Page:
The death penalty can cause secondary trauma to the victims and their families. While proponents of the death penatlty often argue that the practice brings justice and closure to victims' families, studies show that the death penalty can actually cause additional harm to these families. The necessary but lengthy appeals process forces families to repeatedly relive pain, families who oppose the death penalty feel discriminated against by the criminal justice system and prosecutors, and families of victims often feel that the death penalty itself places value judgments on the worth of their loved one. Most disturbingly , in cases where the offender and victim were related, the death penalty causes the family to be doubly traumatized by two deaths -- one at the hands of their family member and one at the hands of the state..2
Every victim deserves respect and access to all of the necessary services and support to begin to rebuild their lives.
Every Victim Deserves Respect
Every victim’s feelings and views regarding capital punishment must be respected. There are no “good victims” and “bad victims.” Victims must speak for themselves in their own voice. No one should tell victims what they need, including what will help them heal.
The National Coalition to Abolish the Death Penalty recognizes that the root of the problem posed by capital punishment is the fact that someone’s mother, father, brother, sister, daughter, son, cousin, aunt, uncle, grandmother or grandfather has been murdered. As a result, the National Coalition has been committed to ensuring that the work to end the death penalty results in a better outcomes for victim family members as well as more focused resources and attention on those activities and policies that will make our communities safer.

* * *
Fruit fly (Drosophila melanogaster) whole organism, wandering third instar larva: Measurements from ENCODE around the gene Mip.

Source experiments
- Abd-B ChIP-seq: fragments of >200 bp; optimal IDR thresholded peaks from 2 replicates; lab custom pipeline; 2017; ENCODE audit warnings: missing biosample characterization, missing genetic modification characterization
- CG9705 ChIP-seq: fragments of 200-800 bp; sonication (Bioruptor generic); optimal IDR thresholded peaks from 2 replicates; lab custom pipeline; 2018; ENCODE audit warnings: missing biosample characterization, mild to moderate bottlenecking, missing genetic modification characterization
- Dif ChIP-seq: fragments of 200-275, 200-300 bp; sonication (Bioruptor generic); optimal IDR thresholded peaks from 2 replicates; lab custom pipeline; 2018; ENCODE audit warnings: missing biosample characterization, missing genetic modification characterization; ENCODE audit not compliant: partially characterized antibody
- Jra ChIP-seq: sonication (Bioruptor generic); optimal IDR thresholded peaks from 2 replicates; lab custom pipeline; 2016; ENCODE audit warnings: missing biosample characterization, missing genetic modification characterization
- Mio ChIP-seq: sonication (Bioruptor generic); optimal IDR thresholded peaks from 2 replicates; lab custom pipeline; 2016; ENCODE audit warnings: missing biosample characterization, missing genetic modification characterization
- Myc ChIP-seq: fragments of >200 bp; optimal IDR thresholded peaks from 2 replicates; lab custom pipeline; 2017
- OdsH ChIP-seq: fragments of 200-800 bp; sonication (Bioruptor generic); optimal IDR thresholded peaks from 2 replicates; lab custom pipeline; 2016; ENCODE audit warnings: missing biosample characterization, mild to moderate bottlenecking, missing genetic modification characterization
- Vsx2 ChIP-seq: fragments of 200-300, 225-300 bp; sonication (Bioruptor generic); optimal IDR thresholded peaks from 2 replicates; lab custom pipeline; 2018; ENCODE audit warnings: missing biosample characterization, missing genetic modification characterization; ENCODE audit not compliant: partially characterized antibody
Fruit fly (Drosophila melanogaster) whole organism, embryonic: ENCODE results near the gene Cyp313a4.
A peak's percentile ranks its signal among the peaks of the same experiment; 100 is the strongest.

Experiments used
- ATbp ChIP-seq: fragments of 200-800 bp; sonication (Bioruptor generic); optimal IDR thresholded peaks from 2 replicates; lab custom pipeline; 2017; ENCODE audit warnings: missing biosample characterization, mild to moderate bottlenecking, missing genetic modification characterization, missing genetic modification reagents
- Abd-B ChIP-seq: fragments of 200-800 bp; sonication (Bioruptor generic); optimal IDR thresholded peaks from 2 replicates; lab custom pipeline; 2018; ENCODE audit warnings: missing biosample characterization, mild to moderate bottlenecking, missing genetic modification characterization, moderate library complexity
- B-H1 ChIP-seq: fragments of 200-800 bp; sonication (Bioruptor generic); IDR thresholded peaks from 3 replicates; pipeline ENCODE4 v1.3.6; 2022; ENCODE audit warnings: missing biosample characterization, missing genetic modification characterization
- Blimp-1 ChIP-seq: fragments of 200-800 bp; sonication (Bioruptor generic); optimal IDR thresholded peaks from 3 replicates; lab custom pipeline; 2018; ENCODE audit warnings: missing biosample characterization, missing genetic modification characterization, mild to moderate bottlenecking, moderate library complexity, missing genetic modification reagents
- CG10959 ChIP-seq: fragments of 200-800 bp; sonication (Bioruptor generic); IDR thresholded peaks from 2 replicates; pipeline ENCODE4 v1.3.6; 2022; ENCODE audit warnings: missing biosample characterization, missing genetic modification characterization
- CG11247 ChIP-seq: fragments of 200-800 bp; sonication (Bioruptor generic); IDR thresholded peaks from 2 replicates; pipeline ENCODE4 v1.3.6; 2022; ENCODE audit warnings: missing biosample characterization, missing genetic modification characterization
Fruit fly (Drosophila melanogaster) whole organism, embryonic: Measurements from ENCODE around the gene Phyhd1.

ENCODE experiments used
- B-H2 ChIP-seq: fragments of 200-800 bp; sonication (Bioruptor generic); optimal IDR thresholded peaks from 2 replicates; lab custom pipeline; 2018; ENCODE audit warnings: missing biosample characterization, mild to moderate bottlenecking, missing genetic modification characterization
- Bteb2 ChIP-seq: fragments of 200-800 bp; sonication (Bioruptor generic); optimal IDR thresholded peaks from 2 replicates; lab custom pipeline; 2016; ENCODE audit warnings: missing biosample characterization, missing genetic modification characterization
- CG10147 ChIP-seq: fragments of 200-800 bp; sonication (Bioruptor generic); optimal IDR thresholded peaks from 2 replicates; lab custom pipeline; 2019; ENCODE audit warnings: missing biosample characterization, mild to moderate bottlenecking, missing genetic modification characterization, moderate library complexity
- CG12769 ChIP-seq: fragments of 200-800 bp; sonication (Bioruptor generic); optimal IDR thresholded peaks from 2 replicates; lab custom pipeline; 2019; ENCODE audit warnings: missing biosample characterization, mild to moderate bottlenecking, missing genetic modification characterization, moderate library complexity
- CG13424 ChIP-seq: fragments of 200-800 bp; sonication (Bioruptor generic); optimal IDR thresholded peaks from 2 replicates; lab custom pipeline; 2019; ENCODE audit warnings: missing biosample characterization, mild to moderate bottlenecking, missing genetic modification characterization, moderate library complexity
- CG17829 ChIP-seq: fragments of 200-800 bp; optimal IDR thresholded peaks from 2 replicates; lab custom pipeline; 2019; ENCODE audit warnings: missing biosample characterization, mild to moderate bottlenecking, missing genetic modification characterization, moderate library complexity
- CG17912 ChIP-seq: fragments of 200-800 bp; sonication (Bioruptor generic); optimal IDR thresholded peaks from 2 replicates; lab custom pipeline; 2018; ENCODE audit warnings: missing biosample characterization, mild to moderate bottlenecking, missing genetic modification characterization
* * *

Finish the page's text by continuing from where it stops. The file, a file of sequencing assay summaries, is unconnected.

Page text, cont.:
The National Coalition created the Rachel’s Fund Program in memory of Rachel King, a long-time activist who empowered victims to become some of the most powerful voices against the death penalty.
The goal of Rachel’s Fund is to shift the culture of advocacy against the death penalty. It begins with a deeper understanding of the experiences and harm suffered by victim family members in the aftermath of murder. It ends with concrete efforts to improve the understanding of the public and policymakers about the need to increase services and support for victims.